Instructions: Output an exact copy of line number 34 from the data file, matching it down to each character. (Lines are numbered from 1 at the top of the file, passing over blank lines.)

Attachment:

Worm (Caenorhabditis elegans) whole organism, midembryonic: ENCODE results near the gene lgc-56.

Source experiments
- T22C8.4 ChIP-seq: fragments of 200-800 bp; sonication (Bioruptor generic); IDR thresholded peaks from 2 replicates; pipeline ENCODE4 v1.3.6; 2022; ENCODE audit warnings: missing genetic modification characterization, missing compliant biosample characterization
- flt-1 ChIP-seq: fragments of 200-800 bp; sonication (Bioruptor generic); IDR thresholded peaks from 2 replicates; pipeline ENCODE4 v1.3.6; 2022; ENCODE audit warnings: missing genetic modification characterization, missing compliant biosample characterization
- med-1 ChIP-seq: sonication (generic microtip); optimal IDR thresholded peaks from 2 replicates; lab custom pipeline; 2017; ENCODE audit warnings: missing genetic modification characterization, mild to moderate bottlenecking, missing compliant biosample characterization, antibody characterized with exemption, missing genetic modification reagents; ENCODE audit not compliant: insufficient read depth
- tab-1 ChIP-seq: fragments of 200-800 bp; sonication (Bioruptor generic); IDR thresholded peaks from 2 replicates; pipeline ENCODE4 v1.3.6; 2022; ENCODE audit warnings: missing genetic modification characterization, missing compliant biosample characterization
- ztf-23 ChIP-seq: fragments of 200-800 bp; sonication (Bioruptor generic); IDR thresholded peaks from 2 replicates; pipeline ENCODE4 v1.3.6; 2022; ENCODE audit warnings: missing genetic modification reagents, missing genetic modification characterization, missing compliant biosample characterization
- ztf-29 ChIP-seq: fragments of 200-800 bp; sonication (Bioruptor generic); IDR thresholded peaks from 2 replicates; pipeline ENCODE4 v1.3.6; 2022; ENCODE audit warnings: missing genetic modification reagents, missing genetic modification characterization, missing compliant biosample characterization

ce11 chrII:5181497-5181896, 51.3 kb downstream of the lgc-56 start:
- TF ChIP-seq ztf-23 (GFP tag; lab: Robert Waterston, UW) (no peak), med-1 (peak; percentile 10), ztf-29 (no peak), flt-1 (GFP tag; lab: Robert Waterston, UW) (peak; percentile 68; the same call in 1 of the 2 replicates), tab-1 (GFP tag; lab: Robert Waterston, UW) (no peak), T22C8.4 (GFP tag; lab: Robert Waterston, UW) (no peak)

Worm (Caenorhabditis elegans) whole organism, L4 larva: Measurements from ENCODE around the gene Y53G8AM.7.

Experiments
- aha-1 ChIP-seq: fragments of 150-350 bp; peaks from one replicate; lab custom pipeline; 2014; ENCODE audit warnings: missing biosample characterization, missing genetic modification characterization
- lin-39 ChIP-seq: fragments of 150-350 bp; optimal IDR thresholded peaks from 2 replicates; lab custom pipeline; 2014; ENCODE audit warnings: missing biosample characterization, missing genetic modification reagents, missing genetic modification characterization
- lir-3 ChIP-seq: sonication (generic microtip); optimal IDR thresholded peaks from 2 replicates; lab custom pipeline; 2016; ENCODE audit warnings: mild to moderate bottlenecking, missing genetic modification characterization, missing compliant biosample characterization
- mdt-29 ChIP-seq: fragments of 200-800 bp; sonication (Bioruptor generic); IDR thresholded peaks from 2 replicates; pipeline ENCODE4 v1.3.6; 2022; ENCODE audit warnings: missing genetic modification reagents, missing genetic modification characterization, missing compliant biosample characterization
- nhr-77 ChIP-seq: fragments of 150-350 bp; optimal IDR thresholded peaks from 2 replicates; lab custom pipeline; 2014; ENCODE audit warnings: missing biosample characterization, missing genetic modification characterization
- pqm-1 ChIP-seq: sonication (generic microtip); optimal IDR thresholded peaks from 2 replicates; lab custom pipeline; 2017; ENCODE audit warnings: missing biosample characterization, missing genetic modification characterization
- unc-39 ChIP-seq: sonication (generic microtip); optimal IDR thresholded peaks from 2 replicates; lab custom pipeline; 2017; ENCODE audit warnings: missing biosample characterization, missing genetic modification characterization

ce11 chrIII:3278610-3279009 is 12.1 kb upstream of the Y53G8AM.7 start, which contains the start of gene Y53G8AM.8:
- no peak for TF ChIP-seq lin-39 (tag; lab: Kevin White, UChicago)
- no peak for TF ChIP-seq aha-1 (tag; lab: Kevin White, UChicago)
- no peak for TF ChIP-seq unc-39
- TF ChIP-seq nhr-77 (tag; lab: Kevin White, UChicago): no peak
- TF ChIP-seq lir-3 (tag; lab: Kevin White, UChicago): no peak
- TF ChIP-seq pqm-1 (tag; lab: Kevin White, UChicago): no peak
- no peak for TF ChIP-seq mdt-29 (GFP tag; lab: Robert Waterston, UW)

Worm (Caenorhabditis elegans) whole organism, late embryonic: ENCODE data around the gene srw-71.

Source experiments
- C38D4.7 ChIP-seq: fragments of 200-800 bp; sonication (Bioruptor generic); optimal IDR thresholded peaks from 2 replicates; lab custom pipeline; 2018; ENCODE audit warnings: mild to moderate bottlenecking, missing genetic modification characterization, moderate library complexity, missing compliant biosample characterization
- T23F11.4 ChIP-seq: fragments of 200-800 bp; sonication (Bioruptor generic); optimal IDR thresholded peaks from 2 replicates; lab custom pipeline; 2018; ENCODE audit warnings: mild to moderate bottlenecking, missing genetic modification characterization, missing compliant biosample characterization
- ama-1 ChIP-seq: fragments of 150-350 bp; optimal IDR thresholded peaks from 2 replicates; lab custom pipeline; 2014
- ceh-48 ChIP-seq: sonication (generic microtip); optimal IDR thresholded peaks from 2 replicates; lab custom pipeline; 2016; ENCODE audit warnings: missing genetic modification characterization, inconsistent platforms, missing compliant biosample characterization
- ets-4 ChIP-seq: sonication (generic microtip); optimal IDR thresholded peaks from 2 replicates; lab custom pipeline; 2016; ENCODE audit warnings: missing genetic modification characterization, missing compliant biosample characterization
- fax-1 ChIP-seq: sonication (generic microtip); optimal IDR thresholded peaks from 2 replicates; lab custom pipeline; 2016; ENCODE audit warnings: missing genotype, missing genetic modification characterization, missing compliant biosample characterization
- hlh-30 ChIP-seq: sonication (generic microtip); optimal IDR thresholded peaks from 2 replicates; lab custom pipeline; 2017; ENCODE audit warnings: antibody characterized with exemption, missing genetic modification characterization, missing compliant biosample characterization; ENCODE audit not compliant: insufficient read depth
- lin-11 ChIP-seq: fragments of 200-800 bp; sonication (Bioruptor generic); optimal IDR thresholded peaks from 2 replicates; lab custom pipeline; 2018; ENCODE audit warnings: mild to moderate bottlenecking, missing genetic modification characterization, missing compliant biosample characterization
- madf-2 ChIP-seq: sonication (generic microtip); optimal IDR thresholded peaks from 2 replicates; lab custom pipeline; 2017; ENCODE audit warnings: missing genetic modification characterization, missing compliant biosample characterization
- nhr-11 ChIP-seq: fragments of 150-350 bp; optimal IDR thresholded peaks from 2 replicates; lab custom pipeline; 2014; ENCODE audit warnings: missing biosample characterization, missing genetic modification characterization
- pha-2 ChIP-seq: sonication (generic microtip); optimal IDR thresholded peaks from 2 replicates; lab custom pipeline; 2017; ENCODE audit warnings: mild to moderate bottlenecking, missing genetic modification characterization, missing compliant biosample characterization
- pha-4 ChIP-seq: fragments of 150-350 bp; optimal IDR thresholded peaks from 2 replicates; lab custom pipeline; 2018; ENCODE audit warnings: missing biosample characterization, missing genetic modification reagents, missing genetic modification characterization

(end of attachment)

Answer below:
- ets-4 ChIP-seq: sonication (generic microtip); optimal IDR thresholded peaks from 2 replicates; lab custom pipeline; 2016; ENCODE audit warnings: missing genetic modification characterization, missing compliant biosample characterization